Last January, when father died and left a small company behind, the family was completely devastated. In the first few weeks, I had to step into his shoes and manage his company I knew nothing about. I was single, and had a tremendous workload at my workplace as well. We ended up closing down the company, but I did manage to be fully present in both places. And despite the trauma and grief, I’ve had plenty of success. It was the small things, situations I never thought I could handle, I suddenly did. Social anxiety, feeling of incapability, lack of self-confidence – these are just a couple of things I overcame in certain situations. But I could just never let it sink in, I could not celebrate. In a way, I felt that everyone expected me to feel terrible all the time, to complain, to feel sad, or to express my helplessness. So I started to feel guilty: am I allowed to be happy about myself while bad things happen to me or others?

This was the first time I noticed this phenomenon. Since then, just like the constant change in my feeling of self-worth and confidence, this guilt grows and diminishes. Whenever I did a good presentation, or been asked to model in a company brand campaign, I felt happy and excited for a moment, but then the feeling guilt came over me with a powerful sense of denial – this is a mistake in the course of things, I should not enjoy this, it will surely pass. It’s an outlying data point I need to disregard.

Then, I remembered of how I learnt this as a child – a paralysing social norm, ruining healthy egos, that frowned upon those who succeed. In the old days, if you had more, the State took it away. People who had something, kept it secret. It was a rule of fear. A fear of success, individualism. Children were taught to hush about what they had at home.

Even prior to that, Christianity happened. Pride being a deathly sin, there was no distinction between a brief enjoyment of success and vanity. Less secular countries had this attitude of shaming in their very veins. Children were quickly snapped at with a phrase: ‘na ne bízd el magad’, which reads something like ‘don’t be full of yourself’.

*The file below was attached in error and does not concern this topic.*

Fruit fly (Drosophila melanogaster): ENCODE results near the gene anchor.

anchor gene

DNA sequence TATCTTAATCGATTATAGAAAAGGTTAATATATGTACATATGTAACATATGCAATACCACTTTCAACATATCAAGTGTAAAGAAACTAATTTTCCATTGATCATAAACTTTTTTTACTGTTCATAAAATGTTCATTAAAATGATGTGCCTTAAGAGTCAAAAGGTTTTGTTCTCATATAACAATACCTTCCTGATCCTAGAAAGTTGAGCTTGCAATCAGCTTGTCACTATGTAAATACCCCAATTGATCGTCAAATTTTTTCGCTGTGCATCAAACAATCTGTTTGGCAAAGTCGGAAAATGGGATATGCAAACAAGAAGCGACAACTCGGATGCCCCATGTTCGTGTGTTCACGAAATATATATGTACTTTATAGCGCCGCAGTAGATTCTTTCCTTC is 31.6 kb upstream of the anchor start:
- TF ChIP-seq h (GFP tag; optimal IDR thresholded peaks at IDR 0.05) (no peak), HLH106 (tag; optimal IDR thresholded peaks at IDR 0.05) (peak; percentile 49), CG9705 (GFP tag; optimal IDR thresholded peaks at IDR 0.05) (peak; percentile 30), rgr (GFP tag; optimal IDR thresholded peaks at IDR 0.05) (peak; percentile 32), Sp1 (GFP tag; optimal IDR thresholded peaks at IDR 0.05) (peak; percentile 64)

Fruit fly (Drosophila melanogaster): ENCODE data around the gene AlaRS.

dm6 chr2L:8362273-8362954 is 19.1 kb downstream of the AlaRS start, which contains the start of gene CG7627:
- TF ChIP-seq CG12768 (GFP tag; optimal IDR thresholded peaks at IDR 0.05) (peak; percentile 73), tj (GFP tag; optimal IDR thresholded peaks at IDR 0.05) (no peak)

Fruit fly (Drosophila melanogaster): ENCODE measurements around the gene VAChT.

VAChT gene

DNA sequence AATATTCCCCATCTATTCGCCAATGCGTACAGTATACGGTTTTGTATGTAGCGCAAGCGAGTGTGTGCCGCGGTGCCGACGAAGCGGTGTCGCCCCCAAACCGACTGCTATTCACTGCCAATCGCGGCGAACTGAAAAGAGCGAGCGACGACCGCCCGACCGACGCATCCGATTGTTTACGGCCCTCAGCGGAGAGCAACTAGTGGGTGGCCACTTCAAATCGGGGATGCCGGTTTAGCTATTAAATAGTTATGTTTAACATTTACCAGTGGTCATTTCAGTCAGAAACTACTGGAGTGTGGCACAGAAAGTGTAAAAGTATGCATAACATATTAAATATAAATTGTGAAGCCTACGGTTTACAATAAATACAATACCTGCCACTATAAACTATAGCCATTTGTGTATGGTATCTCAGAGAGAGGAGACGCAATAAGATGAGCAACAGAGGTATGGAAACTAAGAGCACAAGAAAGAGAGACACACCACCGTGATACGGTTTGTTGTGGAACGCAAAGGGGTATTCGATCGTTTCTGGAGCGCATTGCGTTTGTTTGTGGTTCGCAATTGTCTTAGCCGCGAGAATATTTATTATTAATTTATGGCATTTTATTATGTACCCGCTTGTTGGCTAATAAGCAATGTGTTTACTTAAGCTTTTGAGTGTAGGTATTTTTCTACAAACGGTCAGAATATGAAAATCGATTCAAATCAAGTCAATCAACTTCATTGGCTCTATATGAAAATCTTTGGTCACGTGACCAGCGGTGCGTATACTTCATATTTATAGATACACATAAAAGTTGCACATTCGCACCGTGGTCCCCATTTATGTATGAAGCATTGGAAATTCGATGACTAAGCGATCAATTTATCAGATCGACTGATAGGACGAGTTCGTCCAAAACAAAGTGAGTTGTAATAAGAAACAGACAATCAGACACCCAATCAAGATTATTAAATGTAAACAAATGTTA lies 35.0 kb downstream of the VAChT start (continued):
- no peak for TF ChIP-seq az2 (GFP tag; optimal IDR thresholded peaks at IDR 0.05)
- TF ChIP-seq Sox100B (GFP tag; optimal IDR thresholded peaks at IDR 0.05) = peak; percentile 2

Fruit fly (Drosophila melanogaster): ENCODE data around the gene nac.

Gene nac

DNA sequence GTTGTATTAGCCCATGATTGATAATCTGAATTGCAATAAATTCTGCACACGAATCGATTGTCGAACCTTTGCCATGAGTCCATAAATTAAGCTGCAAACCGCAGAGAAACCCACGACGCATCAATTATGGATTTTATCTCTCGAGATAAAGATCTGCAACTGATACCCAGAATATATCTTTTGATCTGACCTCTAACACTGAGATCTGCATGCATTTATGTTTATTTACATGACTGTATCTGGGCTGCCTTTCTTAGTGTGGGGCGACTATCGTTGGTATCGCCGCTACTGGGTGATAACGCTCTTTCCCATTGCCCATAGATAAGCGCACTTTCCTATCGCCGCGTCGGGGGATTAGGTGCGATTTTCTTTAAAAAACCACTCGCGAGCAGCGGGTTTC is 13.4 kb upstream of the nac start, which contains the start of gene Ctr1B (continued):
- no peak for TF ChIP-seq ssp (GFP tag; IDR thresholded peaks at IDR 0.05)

And there’s the proverb in Hungarian that says: ‘dögöljön meg a szomszéd tehene is, which reads something like: ‘death to the neighbour’s cow as well’.


All in all, I have plenty of things to be sad about and plenty to feel proud of. What is a struggle to me, is that whenever there is something good I could enjoy, I must consciously remember to allow myself a moment of joy, to let it in, because the happy moments never linger anyway. And more and more often I succeed in letting it in. Which is something I should be happy about.

Galavant: Moment in the Sun (from Wikia)

Motivation: money and prestige

I am a firm believer that motivation is a self-produced resource that cannot be produced by only boosted by someone else. Much like electromagnetic induction. What our roles as ‘motivators’ might be, is to help someone understand their own key drivers, come to terms with it, and assess how those needs can be filled.

In one of my training sessions there was a heated debate on whether money is a motivating instrument. I was quick to reference a favourite theory of mine, Herzberg’s dual-factor theory of splitting factors into elements that enhance your ‘job satisfaction’ (motivators) and others that are essential to maintaining the baseline, whose absence cause dissatisfaction but can’t give satisfaction. Herzberg counts job security, salary and fringe benefits among the hygiene factors. Some of us agreed with this theory. However, another participant, who leads a sales team, vehemently disagreed. In a base plus incentive model, he said, money is a motivator. Also, he added, a person with a personal crisis in need of money will be positively motivated. Again, I disagree.

So there a thought came: it all comes down to scarcity of resources.

What a person in a financial crisis needs is cash. If, coincidentally, that person is in a base plus incentive salary model, all they have to do is an extra effort to get access to that scarce resource that is cash. But will that make them satisfied? I think not. Money manifests as a basic need of security (as in Maslow’s hierarchy of needs) and will not increase their overall happiness. I’ve been there, done that.